DATACIDE 5 – record reviews

all record reviews published in issue nr.5, winter 1998/1999. [Read more →]


The Pop Group: We Are All Prostitutes (Radar CD)
Simultaneous to the release of new tracks by Mark Stewart (featuring re-mixes by Alec Empire etc.) this CD draws tracks from an earlier phase of Stewart’s recording history. Though more widely acknowledged for his uncompromising collaborations with renegade hip-hop musicians like the Sugarhill label’s Keith LeBlanc and Skip McDonald, the Pop Group, famous for their politically motivated funk-combo work, show, in retrospect, just how such cut-up, scratch-fest classics as the auto-dissolving Veneer of Democracy came about. [Read more →]


X-Ecutioners: X-Pressions [Asphodel]
Mix-Master Mike: Anti-Theft Device [Asphodel]

It may perhaps be an indication of the renewed currency of electro that has led some hip-hop practitioners to revisit the roots of their genre and discover anew the beauties of the beat box and of scratching; a kind of ever present picking up of the ‘Bambaataa Mission’. That electro led to hip-hop is hardly a point worth stre#ssing, but a couple of recent releases on New York’s Asphodel label show that hip-hop, perhaps being carried in the slipstream of the Wordsound label’s openness towards experimentation, is mutating and bringing into collision some of the differing elements of its tradition. On the otherhand it’s probably best not to loose sight of the fact that visibility is mediated, and, even without much of a handle on the hip-hop scene, it must also be a case of hip-hop elements continually subsisting beneath exposure and the generalisations of category that they induce… [Read more →]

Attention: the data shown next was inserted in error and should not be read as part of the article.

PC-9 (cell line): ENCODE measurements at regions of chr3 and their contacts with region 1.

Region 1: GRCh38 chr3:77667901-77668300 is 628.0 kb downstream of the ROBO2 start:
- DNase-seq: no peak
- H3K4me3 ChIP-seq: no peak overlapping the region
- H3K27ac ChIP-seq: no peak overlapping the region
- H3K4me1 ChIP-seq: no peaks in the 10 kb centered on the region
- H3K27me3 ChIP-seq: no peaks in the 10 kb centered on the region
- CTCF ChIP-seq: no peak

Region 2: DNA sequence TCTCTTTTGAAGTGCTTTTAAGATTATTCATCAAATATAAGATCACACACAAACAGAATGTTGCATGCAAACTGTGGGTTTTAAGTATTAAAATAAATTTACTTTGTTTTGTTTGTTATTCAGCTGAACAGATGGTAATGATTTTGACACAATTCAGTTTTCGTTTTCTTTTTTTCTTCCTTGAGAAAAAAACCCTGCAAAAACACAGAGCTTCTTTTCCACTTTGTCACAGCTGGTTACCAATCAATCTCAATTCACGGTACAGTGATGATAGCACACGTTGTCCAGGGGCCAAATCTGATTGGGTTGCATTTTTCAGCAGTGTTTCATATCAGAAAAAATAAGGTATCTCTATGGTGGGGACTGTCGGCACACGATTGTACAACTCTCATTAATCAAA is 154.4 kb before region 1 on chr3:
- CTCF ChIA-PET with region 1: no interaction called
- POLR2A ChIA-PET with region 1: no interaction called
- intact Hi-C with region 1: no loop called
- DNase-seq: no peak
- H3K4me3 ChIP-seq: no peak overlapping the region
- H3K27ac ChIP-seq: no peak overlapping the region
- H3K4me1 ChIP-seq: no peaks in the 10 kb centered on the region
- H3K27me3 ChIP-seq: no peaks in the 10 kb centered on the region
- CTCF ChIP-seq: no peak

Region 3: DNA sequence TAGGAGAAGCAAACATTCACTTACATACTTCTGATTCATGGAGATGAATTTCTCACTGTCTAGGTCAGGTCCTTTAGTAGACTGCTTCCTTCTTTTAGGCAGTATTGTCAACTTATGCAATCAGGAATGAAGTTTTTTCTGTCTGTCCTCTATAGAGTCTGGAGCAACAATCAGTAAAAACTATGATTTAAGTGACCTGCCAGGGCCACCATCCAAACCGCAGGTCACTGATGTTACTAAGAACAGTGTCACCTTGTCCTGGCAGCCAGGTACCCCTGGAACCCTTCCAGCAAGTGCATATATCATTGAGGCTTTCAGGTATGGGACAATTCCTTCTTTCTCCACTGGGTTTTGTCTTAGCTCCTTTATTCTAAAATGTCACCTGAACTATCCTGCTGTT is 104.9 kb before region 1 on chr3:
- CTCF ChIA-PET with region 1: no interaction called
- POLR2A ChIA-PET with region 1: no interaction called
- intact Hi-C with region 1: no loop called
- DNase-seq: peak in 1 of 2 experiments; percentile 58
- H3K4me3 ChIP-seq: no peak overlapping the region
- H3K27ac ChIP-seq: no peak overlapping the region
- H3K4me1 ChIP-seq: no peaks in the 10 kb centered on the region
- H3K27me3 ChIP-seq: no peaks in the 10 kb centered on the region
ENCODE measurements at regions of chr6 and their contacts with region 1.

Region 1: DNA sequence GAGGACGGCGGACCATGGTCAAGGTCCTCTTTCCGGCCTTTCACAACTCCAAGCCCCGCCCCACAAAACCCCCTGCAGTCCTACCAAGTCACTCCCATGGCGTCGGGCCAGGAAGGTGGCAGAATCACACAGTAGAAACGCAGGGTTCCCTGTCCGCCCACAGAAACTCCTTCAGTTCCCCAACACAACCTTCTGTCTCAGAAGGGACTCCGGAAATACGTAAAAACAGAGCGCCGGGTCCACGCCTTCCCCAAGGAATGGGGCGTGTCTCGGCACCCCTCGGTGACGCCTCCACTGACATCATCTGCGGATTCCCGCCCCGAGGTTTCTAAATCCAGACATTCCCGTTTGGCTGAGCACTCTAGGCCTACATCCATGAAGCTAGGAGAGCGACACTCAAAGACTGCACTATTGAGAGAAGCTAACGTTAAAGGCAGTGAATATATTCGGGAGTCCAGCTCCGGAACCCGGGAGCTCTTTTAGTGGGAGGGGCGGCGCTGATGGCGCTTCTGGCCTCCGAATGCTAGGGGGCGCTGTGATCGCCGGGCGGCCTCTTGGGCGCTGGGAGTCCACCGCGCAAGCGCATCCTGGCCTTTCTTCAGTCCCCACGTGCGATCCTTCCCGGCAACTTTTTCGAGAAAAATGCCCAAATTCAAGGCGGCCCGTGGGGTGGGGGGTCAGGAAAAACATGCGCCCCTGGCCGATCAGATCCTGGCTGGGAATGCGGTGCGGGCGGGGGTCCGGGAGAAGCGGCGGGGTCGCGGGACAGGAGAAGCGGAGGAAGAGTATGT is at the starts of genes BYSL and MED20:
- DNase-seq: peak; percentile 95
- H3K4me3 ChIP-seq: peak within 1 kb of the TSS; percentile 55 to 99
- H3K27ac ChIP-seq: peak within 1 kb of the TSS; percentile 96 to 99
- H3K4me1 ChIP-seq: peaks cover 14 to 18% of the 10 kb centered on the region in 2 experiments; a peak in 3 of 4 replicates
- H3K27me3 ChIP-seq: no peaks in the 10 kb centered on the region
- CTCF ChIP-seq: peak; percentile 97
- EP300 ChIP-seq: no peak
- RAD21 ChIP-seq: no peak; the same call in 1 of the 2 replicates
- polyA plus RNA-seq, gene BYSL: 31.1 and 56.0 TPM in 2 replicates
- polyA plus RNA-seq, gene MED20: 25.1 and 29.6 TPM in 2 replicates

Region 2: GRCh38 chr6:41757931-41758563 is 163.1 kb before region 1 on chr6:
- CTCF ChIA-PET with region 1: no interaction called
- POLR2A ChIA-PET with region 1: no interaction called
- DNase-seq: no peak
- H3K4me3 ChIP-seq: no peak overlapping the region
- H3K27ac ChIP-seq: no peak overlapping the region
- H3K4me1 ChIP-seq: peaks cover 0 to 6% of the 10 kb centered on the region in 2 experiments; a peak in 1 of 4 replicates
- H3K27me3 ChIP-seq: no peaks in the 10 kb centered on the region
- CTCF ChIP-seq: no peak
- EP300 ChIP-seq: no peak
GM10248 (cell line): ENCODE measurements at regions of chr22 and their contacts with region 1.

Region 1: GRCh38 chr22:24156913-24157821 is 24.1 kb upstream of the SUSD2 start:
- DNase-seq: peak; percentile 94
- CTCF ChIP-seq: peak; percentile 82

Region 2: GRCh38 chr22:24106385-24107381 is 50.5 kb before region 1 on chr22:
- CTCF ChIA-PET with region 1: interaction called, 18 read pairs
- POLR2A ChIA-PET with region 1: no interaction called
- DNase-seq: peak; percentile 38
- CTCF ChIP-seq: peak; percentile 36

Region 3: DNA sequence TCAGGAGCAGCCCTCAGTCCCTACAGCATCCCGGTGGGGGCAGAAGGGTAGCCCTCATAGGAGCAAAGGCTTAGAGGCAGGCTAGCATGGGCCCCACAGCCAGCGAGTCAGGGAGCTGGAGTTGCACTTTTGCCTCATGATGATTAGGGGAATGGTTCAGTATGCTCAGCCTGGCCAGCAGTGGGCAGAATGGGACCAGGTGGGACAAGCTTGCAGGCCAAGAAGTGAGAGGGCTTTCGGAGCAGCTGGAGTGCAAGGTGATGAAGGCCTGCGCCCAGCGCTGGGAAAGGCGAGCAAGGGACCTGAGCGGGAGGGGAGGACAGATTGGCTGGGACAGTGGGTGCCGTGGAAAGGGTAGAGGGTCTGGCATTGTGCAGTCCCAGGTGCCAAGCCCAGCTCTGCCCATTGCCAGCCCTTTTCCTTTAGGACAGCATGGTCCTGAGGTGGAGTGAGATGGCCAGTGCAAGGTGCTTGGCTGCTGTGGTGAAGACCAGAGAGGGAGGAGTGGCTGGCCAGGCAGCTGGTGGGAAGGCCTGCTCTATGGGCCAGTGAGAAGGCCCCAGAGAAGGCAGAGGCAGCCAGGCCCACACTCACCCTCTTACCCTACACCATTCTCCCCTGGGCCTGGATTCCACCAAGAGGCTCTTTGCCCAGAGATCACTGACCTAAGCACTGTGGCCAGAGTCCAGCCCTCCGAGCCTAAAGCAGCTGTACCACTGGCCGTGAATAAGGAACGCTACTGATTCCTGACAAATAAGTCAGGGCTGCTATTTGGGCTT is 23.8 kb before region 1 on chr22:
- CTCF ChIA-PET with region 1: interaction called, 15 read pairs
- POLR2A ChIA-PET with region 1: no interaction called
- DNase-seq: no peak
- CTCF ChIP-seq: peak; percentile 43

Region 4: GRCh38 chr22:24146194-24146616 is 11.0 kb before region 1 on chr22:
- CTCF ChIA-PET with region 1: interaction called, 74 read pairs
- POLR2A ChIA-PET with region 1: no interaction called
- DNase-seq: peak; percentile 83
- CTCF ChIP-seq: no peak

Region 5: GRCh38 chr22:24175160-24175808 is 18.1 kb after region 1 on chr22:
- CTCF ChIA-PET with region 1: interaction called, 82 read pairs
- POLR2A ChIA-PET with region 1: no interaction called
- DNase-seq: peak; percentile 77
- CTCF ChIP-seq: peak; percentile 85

Mediation – noise, politics & the media

Simon Reynolds : Energy Flash (Picador 1998)
Rob Young : Harder! Faster! Louder! (The Wire, Issue 176, October 1998)
Crash! (Sleazenation, Vol 2 issue 10, November 1998)
DHR Part one (self-published newsprint ‘98)

Solidified, black on white, the story becomes a history, simplified, made to fit a convenient discourse, a discourse that is primarily journalistic and has little to do with what is actually happening in the real world (a world that postmodern media types are confident doesn’t exist). [Read more →]


It seems suiting that since capitalism has erected its own code of ethics, it should continue by giving life to new archetypes. One in particular is what we will call “the contaminated hero”-an individual so sickened by the current system that they seek to wake up the masses by infiltrating mass media, and letting the truth be known. This “hero” inevitably falls all too soon into the trap of infection and degradation that only capitalism can offer. Both a new comic, Channel Zero, and Immediatism by Hakim Bey address the issue of pure intentions drained of life by the vampyric system of mass media and corporate domination. [Read more →]

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